Barbiturate Oral, Parenteral, Rectal

Name: Barbiturate Oral, Parenteral, Rectal

Before Using barbiturate


Tell your doctor if you have ever had any unusual or allergic reaction to medicines in this group or any other medicines. Also tell your health care professional if you have any other types of allergies, such as to foods dyes, preservatives, or animals. For non-prescription products, read the label or package ingredients carefully.


Unusual excitement may be more likely to occur in children, who are usually more sensitive than adults to the effects of barbiturates.


Confusion, mental depression, and unusual excitement may be more likely to occur in the elderly, who are usually more sensitive than younger adults to the effects of barbiturates.


Barbiturates have been shown to increase the chance of birth defects in humans. However, barbiturate may be needed in serious diseases or other situations that threaten the mother's life. Be sure you have discussed this and the following information with your doctor:

  • Taking barbiturates regularly during pregnancy may cause bleeding problems in the newborn infant. In addition, taking barbiturates regularly during the last 3 months of pregnancy may cause the baby to become dependent on the medicine. This may lead to withdrawal side effects in the baby after birth.
  • One study in humans has suggested that barbiturates taken during pregnancy may increase the chance of brain tumors in the baby.
  • Barbiturates taken for anesthesia during labor and delivery may reduce the force and frequency of contractions of the uterus; this may prolong labor and delay delivery.
  • Use of barbiturates during labor may cause breathing problems in the newborn infant.

Breast Feeding

Barbiturates pass into the breast milk and may cause drowsiness, slow heartbeat, shortness of breath, or troubled breathing in babies of nursing mothers taking barbiturate.

Interactions with Medicines

Although certain medicines should not be used together at all, in other cases two different medicines may be used together even if an interaction might occur. In these cases, your doctor may want to change the dose, or other precautions may be necessary. When you are taking any of these medicines, it is especially important that your healthcare professional know if you are taking any of the medicines listed below. The following interactions have been selected on the basis of their potential significance and are not necessarily all-inclusive.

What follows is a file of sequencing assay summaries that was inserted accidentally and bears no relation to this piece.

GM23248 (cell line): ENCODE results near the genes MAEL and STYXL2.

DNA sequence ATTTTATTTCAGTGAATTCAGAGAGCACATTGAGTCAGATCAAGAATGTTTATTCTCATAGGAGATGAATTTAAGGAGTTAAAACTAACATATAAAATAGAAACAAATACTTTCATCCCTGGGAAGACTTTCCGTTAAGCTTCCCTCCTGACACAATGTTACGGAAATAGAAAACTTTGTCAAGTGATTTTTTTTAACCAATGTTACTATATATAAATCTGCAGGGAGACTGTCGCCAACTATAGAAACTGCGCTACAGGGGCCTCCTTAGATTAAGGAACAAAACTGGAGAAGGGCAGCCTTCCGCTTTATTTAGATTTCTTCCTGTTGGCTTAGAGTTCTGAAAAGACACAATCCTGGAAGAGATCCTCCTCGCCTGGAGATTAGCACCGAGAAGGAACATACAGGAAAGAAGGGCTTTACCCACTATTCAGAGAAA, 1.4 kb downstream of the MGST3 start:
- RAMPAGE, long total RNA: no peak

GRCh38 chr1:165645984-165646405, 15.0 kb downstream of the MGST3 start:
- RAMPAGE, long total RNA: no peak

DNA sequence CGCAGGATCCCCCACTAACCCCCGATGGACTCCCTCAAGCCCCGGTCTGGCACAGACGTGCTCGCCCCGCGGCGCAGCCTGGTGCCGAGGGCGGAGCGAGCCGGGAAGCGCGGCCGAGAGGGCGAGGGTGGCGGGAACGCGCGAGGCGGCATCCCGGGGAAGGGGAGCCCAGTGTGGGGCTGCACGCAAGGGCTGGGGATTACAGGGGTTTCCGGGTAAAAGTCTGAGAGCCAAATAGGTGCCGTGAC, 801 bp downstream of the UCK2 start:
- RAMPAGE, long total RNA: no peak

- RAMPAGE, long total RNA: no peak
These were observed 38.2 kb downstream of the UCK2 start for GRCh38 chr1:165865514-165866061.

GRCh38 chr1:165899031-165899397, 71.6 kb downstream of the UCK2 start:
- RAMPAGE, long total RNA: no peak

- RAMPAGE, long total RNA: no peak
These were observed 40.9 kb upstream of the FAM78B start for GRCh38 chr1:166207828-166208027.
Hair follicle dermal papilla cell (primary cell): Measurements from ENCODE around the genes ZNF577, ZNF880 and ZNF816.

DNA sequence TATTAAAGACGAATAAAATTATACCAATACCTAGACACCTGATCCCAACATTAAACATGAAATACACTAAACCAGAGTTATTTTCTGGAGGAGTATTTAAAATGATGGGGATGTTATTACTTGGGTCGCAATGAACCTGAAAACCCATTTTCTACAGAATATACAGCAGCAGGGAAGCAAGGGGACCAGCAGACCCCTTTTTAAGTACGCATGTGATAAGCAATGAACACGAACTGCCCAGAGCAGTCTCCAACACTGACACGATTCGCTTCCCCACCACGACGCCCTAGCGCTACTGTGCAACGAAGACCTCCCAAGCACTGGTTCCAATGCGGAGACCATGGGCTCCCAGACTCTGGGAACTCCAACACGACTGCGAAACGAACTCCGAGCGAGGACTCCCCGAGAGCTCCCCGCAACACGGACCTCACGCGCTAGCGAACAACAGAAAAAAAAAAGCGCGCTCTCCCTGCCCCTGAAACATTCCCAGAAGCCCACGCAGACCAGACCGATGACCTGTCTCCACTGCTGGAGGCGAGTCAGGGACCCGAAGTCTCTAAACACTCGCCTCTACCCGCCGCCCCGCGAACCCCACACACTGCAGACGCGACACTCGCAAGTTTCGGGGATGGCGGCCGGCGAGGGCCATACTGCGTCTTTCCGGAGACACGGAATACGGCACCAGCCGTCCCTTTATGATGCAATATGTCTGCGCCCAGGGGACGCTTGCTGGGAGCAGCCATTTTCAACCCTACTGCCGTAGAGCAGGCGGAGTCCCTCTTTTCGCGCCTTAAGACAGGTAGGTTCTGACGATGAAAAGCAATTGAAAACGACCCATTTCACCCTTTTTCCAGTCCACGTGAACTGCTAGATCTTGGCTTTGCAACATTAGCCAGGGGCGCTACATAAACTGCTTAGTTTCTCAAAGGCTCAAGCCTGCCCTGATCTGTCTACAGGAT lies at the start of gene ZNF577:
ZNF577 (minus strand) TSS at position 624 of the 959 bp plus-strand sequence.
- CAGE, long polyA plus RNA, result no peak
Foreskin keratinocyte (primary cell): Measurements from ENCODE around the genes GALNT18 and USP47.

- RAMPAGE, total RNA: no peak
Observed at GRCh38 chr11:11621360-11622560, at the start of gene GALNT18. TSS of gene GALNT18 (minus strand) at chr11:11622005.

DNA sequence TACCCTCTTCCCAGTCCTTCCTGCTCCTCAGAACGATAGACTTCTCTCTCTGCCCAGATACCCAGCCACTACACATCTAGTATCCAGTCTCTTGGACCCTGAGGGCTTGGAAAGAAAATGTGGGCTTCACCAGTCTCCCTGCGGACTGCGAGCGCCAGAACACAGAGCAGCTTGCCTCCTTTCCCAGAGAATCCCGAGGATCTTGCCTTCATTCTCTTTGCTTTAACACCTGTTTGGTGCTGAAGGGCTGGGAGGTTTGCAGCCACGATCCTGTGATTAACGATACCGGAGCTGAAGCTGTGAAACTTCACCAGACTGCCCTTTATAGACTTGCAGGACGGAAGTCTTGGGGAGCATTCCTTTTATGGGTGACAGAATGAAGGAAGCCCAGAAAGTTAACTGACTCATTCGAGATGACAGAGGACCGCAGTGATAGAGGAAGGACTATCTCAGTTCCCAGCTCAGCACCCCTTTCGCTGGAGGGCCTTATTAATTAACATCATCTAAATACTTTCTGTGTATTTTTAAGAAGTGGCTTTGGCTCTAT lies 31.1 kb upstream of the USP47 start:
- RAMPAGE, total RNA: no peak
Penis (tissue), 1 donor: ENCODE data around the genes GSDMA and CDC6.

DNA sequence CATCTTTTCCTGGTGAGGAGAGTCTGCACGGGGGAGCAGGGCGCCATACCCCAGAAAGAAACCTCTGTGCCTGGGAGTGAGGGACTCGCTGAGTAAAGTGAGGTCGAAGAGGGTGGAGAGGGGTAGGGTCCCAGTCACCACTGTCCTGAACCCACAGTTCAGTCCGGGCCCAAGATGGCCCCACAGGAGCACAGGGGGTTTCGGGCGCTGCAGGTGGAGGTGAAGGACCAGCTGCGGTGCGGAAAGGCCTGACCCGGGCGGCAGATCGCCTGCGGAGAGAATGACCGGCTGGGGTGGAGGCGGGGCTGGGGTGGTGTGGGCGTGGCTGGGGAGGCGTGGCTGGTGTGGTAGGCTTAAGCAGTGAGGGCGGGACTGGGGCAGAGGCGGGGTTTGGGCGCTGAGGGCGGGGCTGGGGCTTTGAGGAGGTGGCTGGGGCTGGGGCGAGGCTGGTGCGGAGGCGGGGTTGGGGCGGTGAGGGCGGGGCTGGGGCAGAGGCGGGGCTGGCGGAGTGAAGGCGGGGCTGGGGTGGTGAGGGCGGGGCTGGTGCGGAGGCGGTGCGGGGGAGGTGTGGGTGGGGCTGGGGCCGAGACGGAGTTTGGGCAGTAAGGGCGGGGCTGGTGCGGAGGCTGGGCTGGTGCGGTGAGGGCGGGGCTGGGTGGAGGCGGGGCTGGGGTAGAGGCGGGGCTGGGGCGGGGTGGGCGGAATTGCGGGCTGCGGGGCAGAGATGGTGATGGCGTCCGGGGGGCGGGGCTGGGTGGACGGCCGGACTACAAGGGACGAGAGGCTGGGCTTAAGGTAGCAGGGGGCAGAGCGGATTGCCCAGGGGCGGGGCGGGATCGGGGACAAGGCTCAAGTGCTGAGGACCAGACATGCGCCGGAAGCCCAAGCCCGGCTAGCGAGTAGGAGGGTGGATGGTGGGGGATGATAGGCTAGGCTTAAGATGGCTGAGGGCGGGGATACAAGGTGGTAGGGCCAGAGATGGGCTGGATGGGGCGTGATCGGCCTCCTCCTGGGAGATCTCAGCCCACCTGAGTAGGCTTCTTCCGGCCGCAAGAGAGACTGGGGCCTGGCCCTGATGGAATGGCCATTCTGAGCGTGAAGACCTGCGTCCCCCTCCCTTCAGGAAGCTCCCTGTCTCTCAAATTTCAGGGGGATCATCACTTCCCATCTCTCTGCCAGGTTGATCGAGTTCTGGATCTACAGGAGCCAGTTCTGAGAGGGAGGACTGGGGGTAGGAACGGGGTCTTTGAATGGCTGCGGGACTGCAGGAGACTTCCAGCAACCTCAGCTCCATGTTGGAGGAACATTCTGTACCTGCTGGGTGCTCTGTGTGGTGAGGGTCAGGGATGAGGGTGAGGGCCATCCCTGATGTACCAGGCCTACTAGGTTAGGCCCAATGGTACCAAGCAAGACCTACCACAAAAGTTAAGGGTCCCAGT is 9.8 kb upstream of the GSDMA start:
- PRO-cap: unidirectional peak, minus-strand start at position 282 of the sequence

Using medicines in this class with any of the following medicines is not recommended. Your doctor may decide not to treat you with a medication in this class or change some of the other medicines you take.

  • Artemether
  • Atazanavir
  • Boceprevir
  • Cobicistat
  • Darunavir
  • Dasabuvir
  • Delamanid
  • Delavirdine
  • Elvitegravir
  • Isavuconazonium Sulfate
  • Lopinavir
  • Lumefantrine
  • Lurasidone
  • Maraviroc
  • Nisoldipine
  • Ombitasvir
  • Paritaprevir
  • Ranolazine
  • Rilpivirine
  • Ritonavir
  • Telaprevir
  • Tipranavir
  • Voriconazole

Using medicines in this class with any of the following medicines is usually not recommended, but may be required in some cases. If both medicines are prescribed together, your doctor may change the dose or how often you use one or both of the medicines.

  • Abiraterone
  • Acenocoumarol
  • Afatinib
  • Alfentanil
  • Alprazolam
  • Amobarbital
  • Anisindione
  • Apixaban
  • Apremilast
  • Aprobarbital
  • Axitinib
  • Bedaquiline
  • Bosutinib